The start of a longtime friendship began when Joey Semerad met Karter Brink at a youth wrestling practice in Monett at age 5.
The two were drilling partners back then and would remain to be for more than a decade. Now 13 years later, Semerad and Brink represent a 1-2 punch that Monett High School has never seen the likes of before.
With two weeks remaining in their senior campaigns, the two grapplers have already claimed two individual state championships apiece. They also rank No. 1 and No. 2 in career wins at MHS — Semerad currently owning the top spot with 186 wins and Brink on his tail with 182.
In January, Semerad and Brink — competing this season at the 138- and 132-pound weight classes, respectively — both passed former all-time wins leader Chase Brennan, a three-time state champion who graduated from Monett in 2014 with 178 victories.
“It honestly hasn’t really set in yet that I have the most wins ever at this school, especially at a school that’s been known for its wrestling for so long,” Semerad said.
“I really never focused on the wins as much as just improving every day. But obviously getting that record is awesome. … Chase Brennan has been a really good mentor of mine and Karter's. So to be able to beat his record was pretty cool. I hope to get a few more wins under my belt before the season’s over, and hopefully put that record out of reach for a while.”
That is, if Semerad’s buddy and practice mate doesn’t surpass his win total by the season’s end.
Semerad’s bond with Brink extends beyond the mat as the two have grown up together and spent years not only competing on the same team in wrestling, but also in football and baseball. Despite their affinity for one another, neither can deny that there’s somewhat of a friendly competition to see who ends their prep career as their high school’s winningest wrestler.
Either way, they’ll be happy for each other.
“We’re brothers,” said Brink, a Northeastern Oklahoma A&M signee. “You know, we’re both very competitive with one another in practice. It’s just great to have Joey in my life as a friend and a teammate. I think our relationship over the years is one of the reasons we’re in this position. We both obviously want to keep winning and be the best, but we also want the best for each other.”
“I think we both kind of knew coming into this year that whoever had the most wins was going to have the record,” Semerad said. “If anything, it just drives us to be better.”
In the end, both wrestlers’ pursuit of a third individual state title trumps all other goals. The district and state tournaments are all that remain in Monett’s season over the next couple of weeks. Brink is hoping to clinch a third consecutive Class 2 crown, while Semerad, who won state as a freshman and sophomore, is attempting to right his wrongs from a state finals setback one year ago.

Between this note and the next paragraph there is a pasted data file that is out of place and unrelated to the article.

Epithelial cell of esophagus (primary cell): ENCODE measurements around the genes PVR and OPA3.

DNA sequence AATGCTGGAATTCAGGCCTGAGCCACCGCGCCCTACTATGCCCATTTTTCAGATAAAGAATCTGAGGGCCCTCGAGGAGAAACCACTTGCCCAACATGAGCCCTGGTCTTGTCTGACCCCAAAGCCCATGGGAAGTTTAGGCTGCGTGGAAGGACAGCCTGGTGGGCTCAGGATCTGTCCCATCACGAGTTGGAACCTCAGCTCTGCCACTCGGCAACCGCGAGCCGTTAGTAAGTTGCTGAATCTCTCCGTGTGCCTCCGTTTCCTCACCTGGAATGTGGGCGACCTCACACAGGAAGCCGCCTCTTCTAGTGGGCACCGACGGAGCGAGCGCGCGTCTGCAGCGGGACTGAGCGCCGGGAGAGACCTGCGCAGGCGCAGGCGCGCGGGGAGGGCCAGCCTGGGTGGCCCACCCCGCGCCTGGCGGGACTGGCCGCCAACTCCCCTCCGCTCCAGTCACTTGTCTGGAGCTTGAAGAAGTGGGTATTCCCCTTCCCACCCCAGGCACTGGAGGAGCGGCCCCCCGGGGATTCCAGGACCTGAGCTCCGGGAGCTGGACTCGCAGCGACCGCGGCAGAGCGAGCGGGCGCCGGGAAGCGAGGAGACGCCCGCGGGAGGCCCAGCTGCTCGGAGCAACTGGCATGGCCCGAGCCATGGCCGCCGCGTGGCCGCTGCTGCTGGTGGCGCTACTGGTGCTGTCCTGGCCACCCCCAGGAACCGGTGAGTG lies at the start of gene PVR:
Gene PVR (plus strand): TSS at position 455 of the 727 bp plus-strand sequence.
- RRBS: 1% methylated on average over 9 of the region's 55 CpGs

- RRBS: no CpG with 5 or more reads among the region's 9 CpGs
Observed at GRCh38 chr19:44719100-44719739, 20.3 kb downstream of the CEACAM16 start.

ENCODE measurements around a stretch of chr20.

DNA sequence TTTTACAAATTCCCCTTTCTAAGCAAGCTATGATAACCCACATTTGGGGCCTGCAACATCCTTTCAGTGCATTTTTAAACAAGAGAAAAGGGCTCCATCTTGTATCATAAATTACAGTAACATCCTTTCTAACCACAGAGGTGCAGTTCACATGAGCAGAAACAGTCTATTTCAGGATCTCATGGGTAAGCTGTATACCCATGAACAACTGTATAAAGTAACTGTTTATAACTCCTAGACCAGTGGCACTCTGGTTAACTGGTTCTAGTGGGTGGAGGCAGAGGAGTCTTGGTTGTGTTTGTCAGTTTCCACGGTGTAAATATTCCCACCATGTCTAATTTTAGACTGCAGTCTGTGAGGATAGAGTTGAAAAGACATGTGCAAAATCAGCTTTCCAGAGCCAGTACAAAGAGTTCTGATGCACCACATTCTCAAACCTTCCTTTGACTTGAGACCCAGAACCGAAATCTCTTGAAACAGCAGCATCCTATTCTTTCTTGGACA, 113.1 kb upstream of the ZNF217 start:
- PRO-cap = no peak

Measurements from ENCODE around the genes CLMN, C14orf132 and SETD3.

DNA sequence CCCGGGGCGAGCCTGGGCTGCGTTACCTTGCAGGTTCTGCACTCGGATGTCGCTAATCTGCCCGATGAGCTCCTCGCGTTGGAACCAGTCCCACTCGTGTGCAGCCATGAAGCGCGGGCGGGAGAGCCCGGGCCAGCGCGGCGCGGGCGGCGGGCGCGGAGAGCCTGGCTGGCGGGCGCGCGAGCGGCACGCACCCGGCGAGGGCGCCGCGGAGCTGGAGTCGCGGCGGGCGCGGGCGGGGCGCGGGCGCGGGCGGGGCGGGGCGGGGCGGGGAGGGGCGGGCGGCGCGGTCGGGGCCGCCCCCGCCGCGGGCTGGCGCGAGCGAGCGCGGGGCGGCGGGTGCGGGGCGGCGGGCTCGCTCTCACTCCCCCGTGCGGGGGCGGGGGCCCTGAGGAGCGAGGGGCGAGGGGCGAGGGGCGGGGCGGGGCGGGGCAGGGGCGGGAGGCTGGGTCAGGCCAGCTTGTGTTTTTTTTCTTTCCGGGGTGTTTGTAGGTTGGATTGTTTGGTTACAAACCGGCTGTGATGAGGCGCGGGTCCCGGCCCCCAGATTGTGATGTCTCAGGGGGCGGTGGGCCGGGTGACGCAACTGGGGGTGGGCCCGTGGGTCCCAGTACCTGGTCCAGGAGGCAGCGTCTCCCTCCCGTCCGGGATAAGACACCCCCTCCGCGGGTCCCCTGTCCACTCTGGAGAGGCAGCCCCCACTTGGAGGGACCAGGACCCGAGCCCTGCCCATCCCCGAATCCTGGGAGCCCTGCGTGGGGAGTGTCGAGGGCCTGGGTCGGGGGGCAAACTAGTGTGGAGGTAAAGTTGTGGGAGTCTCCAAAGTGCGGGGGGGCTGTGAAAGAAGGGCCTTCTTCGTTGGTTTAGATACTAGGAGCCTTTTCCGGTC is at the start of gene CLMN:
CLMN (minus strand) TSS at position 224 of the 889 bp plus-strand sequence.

Semerad once had an aspiration to become a rarefied member of MSHSAA’s four-time state champion club, but that hope was derailed last season in his state title match when Rogersville standout Jay Strausbaugh edged him by a 5-2 decision.
That setback, however, only added fuel to Semerad’s fire.
“I lost to a good wrestler,” Semerad said. “I felt like I kind of gave too much respect to him during the match. I wish I could go back and wrestle it again. But I’m not taking anything away from him. He’s a good wrestler and it was a battle. It obviously makes me want it even more this year. So I’m going to give everything I have to get that third one under my belt.”
It would be an ideal ending to a Monett wrestling career that once seemed unlikely. No other members of Semerad’s family had wrestled before him when he took to the mat at age 5. It was a conversation that Joey’s father, Justin Semerad, had with Monett High School coach Daryl Bradley that led to Joey’s introduction to the sport.
“Coach Bradley and my dad both worked for the school, and he told my dad how great wrestling was and how it helped him in life,” Joey said. “My dad wanted me to try it, so I did. I just fell in love with it right away.
“I think my mom was a little more worried than my dad in the beginning. She watched my first practice and thought it was a little violent. She asked me if I wanted to go to basketball tryouts the next week, and I told her, ‘Heck no, I don’t want to do that. I’m a wrestler. I want to wrestle.’ ”
And Joey’s instant love for wrestling led to much more than just wins over the years. For one, his father is now an assistant coach at MHS thanks to his involvement and interest in Joey’s wrestling career.
“He’s kind of grown with me in the sport each year,” Joey said of his father. “Like me, he’s learned more and more each year that I’ve wrestled. I’d say we’re definitely a wrestling family now.”
And that wrestling family will be able to enjoy Joey’s next chapter in his wrestling career when he joins Division II McKendree (Lebanon, Ill.) in the fall.
“I never really knew what wrestling was going to lead to, and it’s pretty cool to look back at it all now,” Semerad said. “I’m looking forward to what’s next, but I’m also not overlooking the things I want to do to finish out my high school career. There’s just a couple more weeks to go.”